As baby boomers age, the number of seniors requiring dental care is expected to become larger than ever before. People in this age bracket have a number of specific needs, some due to the general ageing process, and others due to particular experiences of this generation.
Baby boomers are far more likely to have natural teeth than previous generations were at the same age. As the population ages, it is reasonable that people in their 70s and 80s require and expect replacement of failing restorations, or replacement of a tooth.
Most dental restorations breakdown with time due to the mechanical and chemical forces found in the mouth. Many of these past restorations were not designed to reinforce teeth; instead they just ‘filled the hole.’ As a result, teeth restored in this manner are now cracking and require replacement with something larger or stronger.
Medical conditions and medications will affect oral care of seniors. Seniors tend to take multiple medications, many of which will reduce the flow of saliva, causing a dry mouth. Medications that reduce anything from blood pressure, pain, hay-fever, fluid retention, asthma, all have the ability to reduce salivary flow resulting in decay. Some research has shown that 30% of people over 65 and 40% of people over 80 have a dry mouth. Having a dry mouth will predispose a person to an increased rate of dental decay where the natural buffering effect of the saliva is removed.
Reduced manual dexterity and failing eyesight may also all contribute to an increase in plaque deposits on teeth, hence increasing the risk of dental decay. It is important to use good quality fluoridated toothpaste. Fluoride will help to strengthen the roots of the teeth which may now be exposed due to gum recession. It is not uncommon to see a patient who has not suffered from dental decay since childhood, to develop decay in their 70s or beyond.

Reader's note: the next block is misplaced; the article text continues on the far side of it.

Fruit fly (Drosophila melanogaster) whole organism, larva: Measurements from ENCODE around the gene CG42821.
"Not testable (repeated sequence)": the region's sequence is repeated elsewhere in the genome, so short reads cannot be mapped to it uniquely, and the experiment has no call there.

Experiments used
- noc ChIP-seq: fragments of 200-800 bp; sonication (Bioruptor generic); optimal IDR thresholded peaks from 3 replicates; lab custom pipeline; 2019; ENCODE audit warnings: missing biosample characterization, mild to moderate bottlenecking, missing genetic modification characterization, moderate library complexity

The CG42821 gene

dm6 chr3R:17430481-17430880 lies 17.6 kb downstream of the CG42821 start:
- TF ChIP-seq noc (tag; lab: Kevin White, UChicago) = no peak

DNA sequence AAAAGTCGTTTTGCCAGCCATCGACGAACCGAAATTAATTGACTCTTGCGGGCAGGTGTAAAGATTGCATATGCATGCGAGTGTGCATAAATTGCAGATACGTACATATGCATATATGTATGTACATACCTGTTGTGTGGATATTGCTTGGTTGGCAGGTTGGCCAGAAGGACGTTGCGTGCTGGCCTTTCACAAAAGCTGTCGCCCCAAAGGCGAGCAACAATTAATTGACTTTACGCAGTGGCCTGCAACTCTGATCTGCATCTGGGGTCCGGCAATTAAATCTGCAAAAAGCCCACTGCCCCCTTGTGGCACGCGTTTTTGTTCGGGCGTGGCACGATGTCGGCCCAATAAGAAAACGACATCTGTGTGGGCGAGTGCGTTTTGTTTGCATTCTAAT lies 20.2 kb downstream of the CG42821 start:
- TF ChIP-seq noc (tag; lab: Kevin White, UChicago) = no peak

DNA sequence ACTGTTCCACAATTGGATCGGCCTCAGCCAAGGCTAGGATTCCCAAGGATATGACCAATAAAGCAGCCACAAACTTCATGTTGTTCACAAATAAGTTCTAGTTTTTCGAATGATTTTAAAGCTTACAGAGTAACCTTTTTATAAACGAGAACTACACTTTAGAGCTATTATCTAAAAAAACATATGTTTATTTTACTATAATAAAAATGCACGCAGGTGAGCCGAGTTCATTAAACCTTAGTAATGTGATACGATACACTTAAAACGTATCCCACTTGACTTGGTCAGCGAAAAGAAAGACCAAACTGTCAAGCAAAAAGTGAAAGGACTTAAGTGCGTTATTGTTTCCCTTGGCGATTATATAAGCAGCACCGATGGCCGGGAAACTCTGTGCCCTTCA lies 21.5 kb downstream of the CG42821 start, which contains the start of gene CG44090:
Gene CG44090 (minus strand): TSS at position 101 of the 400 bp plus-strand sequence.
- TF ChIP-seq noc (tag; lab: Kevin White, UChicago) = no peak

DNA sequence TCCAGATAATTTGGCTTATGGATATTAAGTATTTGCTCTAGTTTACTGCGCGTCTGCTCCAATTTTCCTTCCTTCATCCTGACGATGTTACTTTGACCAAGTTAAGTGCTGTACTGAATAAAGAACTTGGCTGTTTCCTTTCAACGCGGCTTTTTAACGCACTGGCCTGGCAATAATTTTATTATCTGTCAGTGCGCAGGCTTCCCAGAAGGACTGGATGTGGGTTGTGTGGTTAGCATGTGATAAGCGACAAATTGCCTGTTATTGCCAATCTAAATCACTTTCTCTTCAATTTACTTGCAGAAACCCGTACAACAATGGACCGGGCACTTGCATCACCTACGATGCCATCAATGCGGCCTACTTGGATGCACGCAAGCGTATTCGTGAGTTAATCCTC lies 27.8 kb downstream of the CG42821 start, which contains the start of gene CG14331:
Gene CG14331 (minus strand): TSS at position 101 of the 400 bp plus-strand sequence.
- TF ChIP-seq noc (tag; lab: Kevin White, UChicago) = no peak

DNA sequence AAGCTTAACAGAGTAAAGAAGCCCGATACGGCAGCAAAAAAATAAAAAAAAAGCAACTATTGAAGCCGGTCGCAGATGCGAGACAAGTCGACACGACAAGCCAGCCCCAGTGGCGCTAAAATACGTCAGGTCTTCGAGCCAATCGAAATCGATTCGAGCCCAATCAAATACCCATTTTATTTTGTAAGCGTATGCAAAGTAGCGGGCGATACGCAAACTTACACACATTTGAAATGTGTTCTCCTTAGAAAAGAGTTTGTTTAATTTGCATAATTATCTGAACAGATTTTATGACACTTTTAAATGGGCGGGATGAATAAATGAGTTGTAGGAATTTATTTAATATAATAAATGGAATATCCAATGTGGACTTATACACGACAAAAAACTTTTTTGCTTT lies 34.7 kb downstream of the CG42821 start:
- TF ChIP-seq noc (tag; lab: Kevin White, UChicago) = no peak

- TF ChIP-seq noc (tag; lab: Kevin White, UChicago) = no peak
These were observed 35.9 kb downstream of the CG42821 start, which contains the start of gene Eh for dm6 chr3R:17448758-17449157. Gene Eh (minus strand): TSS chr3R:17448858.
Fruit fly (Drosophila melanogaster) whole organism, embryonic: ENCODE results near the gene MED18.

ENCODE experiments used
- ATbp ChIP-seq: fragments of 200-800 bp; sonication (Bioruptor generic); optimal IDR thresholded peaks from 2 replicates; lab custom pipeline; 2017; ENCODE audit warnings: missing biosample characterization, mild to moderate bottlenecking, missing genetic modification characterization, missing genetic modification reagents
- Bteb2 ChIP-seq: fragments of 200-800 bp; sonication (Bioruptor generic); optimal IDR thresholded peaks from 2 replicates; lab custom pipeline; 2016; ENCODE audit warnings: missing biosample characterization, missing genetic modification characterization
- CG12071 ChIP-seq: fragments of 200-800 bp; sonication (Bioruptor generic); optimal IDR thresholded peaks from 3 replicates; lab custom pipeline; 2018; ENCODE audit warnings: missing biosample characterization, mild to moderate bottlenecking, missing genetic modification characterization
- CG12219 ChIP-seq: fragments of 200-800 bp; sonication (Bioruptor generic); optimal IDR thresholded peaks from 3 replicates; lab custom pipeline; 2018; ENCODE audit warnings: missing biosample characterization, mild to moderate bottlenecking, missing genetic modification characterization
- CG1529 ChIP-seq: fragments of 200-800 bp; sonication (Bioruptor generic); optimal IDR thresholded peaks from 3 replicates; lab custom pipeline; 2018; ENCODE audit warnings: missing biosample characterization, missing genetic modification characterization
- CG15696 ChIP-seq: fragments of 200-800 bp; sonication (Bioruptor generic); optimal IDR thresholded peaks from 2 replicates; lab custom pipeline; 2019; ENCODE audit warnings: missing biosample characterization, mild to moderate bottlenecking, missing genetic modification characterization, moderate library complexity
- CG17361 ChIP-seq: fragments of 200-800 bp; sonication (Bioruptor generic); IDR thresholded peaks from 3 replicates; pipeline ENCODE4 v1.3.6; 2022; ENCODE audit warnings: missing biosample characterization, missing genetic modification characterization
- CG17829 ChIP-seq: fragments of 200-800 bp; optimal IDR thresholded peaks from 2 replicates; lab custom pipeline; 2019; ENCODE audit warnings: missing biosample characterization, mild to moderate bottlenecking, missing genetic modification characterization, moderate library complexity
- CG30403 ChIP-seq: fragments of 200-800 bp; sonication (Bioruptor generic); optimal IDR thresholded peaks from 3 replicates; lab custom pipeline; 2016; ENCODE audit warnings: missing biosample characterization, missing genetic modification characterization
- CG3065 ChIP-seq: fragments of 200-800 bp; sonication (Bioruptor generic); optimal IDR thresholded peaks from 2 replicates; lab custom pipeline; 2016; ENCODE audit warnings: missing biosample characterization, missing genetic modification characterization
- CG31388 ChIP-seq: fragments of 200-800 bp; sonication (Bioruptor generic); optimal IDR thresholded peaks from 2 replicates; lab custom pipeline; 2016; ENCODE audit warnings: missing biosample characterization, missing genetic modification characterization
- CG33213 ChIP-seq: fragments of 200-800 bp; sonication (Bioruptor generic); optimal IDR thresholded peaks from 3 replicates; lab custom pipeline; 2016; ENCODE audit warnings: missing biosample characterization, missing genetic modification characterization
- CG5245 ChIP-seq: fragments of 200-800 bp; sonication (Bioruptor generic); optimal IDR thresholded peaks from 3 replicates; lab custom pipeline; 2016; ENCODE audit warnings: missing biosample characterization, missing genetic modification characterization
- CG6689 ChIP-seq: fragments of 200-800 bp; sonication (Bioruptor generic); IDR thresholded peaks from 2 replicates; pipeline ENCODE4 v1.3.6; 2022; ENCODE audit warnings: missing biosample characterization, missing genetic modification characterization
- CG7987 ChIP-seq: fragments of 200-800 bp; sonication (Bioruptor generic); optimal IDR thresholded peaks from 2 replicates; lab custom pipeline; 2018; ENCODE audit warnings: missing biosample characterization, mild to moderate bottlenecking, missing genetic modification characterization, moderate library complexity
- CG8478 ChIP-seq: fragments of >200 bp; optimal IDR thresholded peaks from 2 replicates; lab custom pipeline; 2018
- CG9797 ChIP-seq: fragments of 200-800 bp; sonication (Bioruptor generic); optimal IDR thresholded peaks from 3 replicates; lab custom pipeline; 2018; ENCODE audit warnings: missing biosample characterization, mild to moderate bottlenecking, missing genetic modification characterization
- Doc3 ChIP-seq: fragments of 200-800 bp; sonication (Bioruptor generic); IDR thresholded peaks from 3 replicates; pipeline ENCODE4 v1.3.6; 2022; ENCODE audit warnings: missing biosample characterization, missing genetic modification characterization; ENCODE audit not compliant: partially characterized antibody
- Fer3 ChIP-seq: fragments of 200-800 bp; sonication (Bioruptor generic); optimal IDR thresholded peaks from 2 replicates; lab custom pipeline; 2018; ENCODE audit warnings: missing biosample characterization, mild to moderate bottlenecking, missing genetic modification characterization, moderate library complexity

Medical conditions that require a family member or carer to help with daily brushing add another degree of difficulty in maintaining a healthy mouth. As the population ages, so does the number of people suffering dementia. These problems are increasingly likely to occur after the age of 60.
Mobility issues for senior patients are another consideration in maintaining optimal oral health. Wheelchair access to dental surgeries and the provision of a hoist on site are important items required to care for an ageing population. As always, the key to minimising the effects of decay in patients of any age and state of health is regular dental maintenance.
Dr Ian Sweeney is a dental surgeon at
Northside Dental & Implant Centre, Turramurra.